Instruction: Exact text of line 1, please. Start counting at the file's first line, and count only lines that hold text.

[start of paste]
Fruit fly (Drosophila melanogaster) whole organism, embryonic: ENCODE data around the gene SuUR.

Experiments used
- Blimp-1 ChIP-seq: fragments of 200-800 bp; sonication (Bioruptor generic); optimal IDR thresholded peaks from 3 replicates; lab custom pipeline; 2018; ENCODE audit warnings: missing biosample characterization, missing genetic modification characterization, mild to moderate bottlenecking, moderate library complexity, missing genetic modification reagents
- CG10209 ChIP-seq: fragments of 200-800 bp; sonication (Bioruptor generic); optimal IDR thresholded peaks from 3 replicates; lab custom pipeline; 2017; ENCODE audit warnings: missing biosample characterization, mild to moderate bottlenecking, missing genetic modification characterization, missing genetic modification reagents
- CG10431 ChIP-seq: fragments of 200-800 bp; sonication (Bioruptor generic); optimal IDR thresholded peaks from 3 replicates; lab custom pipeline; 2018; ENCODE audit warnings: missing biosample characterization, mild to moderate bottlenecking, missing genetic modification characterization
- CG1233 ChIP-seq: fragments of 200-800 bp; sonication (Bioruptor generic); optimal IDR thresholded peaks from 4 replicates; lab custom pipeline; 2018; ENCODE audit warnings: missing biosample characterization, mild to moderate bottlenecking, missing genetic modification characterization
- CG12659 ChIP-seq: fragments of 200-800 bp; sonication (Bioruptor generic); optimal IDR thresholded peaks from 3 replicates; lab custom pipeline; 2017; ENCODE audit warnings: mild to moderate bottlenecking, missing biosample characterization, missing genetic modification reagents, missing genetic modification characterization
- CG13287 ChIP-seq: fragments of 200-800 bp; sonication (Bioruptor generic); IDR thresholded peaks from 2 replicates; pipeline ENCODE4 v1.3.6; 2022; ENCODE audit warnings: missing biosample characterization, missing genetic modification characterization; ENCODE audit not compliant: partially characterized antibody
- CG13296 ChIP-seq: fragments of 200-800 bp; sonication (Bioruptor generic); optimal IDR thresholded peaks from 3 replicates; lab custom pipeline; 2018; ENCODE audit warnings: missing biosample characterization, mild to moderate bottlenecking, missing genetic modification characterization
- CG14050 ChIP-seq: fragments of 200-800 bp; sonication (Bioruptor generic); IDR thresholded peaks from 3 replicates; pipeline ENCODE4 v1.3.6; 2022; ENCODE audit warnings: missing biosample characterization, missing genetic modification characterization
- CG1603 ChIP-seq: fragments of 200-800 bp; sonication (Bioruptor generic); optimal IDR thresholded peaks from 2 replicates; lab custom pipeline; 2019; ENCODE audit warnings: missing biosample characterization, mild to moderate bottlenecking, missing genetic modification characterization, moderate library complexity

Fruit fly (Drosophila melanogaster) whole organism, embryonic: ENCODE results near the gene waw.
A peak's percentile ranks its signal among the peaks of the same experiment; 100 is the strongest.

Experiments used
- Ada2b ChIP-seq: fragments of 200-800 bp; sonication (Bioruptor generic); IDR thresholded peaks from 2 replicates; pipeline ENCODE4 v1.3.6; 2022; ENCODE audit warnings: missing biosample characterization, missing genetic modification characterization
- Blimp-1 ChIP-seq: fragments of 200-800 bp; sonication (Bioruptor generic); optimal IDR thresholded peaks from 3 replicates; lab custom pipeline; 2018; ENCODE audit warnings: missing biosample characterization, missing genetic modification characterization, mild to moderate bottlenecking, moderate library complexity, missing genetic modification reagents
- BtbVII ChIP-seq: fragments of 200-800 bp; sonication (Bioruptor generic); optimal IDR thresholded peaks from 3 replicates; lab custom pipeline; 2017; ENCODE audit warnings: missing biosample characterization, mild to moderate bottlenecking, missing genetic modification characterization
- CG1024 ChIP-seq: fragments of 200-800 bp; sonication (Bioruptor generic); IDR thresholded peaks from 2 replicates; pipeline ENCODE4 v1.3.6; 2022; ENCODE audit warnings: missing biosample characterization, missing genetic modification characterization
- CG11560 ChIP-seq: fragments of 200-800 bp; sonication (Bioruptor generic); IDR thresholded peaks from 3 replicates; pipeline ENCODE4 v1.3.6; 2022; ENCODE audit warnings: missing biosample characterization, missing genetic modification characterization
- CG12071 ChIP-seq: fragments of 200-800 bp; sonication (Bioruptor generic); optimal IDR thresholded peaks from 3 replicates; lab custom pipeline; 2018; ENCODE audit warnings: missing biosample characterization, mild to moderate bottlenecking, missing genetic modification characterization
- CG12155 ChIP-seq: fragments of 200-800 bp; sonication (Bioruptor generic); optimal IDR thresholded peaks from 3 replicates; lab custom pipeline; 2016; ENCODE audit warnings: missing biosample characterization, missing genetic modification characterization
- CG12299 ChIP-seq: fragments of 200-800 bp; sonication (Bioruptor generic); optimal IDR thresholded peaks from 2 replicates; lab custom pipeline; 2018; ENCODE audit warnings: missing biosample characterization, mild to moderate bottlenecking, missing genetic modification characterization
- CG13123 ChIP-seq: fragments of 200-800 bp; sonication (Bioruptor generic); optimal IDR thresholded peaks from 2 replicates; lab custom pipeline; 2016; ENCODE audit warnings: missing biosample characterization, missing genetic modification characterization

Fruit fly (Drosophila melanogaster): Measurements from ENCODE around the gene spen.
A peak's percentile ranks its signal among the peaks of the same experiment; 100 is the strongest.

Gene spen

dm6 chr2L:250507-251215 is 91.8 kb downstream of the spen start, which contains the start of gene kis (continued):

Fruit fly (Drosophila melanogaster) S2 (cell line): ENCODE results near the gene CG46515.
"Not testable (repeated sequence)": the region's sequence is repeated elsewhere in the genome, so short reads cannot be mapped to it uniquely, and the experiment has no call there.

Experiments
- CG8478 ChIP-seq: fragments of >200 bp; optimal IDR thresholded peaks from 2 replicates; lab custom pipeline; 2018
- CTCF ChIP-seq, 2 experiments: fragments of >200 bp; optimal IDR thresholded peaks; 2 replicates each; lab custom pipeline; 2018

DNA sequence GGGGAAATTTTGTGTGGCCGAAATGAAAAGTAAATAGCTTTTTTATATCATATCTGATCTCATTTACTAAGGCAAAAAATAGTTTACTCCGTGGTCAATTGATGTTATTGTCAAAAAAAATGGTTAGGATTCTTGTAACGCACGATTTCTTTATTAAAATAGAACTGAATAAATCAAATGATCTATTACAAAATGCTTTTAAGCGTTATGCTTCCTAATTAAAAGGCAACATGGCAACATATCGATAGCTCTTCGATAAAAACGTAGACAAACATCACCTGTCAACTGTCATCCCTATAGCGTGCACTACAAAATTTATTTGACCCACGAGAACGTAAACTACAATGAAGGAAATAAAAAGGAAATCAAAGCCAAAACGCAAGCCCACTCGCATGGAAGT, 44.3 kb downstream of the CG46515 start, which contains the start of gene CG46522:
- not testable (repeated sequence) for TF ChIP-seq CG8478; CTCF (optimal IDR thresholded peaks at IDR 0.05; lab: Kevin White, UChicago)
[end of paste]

Fruit fly (Drosophila melanogaster) whole organism, embryonic: ENCODE data around the gene SuUR.